January 28, 2018
Sometimes I read something and recognize myself, or at least an echo of myself. That’s what I found in the words of Miguel de Unamuno. The first work of his I read is considered by many to be his most remarkable, Del sentimiento tragico de la vida (translation: The Tragic Sense of Life). Unamuno’s essay didn’t answer any questions or raise new ones, but it addressed an abiding sense I’d harbored since childhood.
I think I had aspired to be a writer since I learned to read, but in Unamuno my rationale for writing crystallized. Both writing and reading allowed me to be free of the philosophical and intellectual box to which my culture might otherwise have confined me.
A few years ago I ran into a distant relative who told me that when I was a child I never talked. This was probably true. But I did think. It took many years for me to feel confident enough to express myself in conversation. This reticence disappeared when I wrote. The more I wrote, the more fluent my expression became. Writing wasn’t as good as speech. It was better.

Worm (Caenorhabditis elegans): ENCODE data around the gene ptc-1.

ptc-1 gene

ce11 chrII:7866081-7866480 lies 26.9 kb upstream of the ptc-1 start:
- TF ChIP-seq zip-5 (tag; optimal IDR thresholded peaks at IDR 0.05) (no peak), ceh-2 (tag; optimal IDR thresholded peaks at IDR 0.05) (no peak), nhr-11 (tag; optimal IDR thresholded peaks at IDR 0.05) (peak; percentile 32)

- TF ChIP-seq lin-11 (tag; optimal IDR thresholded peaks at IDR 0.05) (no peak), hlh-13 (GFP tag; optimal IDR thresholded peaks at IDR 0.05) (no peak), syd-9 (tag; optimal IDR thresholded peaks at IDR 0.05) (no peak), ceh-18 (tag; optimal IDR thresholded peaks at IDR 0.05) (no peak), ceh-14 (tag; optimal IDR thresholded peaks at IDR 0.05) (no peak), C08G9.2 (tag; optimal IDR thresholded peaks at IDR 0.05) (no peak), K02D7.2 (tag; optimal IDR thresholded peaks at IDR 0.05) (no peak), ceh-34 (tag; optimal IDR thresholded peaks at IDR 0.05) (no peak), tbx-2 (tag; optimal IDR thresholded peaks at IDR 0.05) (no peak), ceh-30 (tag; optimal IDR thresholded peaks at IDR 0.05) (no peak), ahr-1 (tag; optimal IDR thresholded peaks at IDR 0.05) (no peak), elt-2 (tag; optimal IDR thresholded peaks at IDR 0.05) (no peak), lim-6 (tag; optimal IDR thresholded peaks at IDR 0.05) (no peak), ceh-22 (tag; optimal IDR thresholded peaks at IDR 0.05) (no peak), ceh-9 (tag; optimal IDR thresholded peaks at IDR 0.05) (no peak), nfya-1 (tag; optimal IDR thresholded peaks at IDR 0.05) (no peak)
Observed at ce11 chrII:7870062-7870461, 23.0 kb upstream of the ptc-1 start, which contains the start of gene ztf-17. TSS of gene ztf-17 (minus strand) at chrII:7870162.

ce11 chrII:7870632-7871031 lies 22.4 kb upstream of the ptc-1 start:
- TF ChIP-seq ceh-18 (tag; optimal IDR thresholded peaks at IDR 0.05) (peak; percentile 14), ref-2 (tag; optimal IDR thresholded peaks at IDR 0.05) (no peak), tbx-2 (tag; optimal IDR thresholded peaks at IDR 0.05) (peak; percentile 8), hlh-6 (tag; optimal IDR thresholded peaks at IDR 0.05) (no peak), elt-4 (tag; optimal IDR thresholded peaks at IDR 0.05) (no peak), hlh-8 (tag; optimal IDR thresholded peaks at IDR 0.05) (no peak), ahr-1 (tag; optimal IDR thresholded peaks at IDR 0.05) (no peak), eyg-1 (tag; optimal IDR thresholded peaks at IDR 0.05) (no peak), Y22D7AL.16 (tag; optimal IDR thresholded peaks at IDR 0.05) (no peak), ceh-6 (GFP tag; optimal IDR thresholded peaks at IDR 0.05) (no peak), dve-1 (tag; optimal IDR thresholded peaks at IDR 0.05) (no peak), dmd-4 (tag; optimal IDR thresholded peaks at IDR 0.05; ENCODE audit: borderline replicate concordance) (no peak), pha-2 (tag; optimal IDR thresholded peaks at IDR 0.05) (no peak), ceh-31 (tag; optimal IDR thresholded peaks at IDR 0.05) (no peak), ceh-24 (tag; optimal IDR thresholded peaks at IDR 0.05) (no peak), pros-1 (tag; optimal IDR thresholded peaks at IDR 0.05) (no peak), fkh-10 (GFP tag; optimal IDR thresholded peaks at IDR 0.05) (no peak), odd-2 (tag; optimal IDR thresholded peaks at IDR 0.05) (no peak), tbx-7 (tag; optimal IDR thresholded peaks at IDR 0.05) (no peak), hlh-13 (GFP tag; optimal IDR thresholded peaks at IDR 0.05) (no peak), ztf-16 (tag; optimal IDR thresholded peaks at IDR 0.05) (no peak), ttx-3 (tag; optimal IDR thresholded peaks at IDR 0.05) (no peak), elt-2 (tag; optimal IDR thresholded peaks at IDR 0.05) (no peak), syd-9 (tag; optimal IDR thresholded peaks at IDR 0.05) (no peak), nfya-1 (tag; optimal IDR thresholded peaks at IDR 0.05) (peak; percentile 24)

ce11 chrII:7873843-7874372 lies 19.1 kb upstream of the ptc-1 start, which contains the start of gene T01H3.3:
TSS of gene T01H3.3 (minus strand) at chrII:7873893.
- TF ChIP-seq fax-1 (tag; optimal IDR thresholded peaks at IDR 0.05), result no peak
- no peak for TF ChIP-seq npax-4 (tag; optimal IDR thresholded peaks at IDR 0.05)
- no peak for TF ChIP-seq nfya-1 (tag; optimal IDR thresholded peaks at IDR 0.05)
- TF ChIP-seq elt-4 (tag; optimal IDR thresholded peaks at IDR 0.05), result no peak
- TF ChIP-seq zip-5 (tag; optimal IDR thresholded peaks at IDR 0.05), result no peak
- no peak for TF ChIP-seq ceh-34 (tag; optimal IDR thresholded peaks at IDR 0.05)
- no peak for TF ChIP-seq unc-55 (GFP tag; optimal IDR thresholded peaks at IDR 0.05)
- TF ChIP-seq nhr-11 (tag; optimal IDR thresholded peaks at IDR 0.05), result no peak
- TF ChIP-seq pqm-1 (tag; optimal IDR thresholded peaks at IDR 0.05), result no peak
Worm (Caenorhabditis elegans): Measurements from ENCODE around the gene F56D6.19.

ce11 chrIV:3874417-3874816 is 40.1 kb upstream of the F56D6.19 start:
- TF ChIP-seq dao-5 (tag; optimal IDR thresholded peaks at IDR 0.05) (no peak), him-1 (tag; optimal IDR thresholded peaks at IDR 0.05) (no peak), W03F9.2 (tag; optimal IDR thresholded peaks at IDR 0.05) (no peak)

There’s a long list of authors who have entertained me and stretched my intellectual horizons. Each offers an example of how I should write and why I should write. It is certain I will fall short of the mark these writers set, but that doesn’t stop me from trying. I’ve told my family that when I stop writing, they should start worrying.
A. G. Moore